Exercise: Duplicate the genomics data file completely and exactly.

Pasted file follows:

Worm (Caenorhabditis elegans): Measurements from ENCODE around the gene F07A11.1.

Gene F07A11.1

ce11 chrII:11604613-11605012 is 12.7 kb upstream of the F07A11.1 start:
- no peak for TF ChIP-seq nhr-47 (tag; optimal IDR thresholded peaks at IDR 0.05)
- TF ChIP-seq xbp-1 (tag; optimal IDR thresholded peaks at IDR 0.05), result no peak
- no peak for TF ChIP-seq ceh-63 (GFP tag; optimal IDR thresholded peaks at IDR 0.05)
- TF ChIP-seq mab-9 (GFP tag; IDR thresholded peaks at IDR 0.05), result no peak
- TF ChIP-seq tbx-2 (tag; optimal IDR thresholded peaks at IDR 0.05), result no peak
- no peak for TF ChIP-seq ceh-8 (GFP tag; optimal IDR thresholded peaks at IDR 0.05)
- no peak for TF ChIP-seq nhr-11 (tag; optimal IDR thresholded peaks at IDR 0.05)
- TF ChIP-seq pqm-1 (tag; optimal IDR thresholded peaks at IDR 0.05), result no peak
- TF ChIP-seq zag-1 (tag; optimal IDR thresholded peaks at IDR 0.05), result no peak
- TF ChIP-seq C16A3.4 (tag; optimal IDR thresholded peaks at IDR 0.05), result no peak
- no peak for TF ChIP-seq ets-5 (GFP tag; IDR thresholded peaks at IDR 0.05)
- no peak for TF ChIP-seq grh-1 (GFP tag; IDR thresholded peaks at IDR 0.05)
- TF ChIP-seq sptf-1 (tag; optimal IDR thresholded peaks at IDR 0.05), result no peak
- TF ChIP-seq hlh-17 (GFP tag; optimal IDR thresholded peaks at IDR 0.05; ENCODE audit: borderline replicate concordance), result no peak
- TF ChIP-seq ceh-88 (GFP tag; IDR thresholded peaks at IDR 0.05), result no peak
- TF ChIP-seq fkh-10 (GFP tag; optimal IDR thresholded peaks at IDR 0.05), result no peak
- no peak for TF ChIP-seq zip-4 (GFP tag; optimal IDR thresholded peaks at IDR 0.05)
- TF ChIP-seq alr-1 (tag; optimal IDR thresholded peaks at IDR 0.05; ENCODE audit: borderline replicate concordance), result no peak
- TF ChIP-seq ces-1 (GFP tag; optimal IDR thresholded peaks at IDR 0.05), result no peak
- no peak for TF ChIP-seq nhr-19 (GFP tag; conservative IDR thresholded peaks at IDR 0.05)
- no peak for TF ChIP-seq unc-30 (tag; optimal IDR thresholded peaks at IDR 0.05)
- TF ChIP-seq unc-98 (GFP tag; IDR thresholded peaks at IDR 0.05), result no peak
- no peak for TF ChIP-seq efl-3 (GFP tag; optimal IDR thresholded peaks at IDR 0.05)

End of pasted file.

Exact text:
Worm (Caenorhabditis elegans): Measurements from ENCODE around the gene F07A11.1.

Gene F07A11.1

ce11 chrII:11604613-11605012 is 12.7 kb upstream of the F07A11.1 start:
- no peak for TF ChIP-seq nhr-47 (tag; optimal IDR thresholded peaks at IDR 0.05)
- TF ChIP-seq xbp-1 (tag; optimal IDR thresholded peaks at IDR 0.05), result no peak
- no peak for TF ChIP-seq ceh-63 (GFP tag; optimal IDR thresholded peaks at IDR 0.05)
- TF ChIP-seq mab-9 (GFP tag; IDR thresholded peaks at IDR 0.05), result no peak
- TF ChIP-seq tbx-2 (tag; optimal IDR thresholded peaks at IDR 0.05), result no peak
- no peak for TF ChIP-seq ceh-8 (GFP tag; optimal IDR thresholded peaks at IDR 0.05)
- no peak for TF ChIP-seq nhr-11 (tag; optimal IDR thresholded peaks at IDR 0.05)
- TF ChIP-seq pqm-1 (tag; optimal IDR thresholded peaks at IDR 0.05), result no peak
- TF ChIP-seq zag-1 (tag; optimal IDR thresholded peaks at IDR 0.05), result no peak
- TF ChIP-seq C16A3.4 (tag; optimal IDR thresholded peaks at IDR 0.05), result no peak
- no peak for TF ChIP-seq ets-5 (GFP tag; IDR thresholded peaks at IDR 0.05)
- no peak for TF ChIP-seq grh-1 (GFP tag; IDR thresholded peaks at IDR 0.05)
- TF ChIP-seq sptf-1 (tag; optimal IDR thresholded peaks at IDR 0.05), result no peak
- TF ChIP-seq hlh-17 (GFP tag; optimal IDR thresholded peaks at IDR 0.05; ENCODE audit: borderline replicate concordance), result no peak
- TF ChIP-seq ceh-88 (GFP tag; IDR thresholded peaks at IDR 0.05), result no peak
- TF ChIP-seq fkh-10 (GFP tag; optimal IDR thresholded peaks at IDR 0.05), result no peak
- no peak for TF ChIP-seq zip-4 (GFP tag; optimal IDR thresholded peaks at IDR 0.05)
- TF ChIP-seq alr-1 (tag; optimal IDR thresholded peaks at IDR 0.05; ENCODE audit: borderline replicate concordance), result no peak
- TF ChIP-seq ces-1 (GFP tag; optimal IDR thresholded peaks at IDR 0.05), result no peak
- no peak for TF ChIP-seq nhr-19 (GFP tag; conservative IDR thresholded peaks at IDR 0.05)
- no peak for TF ChIP-seq unc-30 (tag; optimal IDR thresholded peaks at IDR 0.05)
- TF ChIP-seq unc-98 (GFP tag; IDR thresholded peaks at IDR 0.05), result no peak
- no peak for TF ChIP-seq efl-3 (GFP tag; optimal IDR thresholded peaks at IDR 0.05)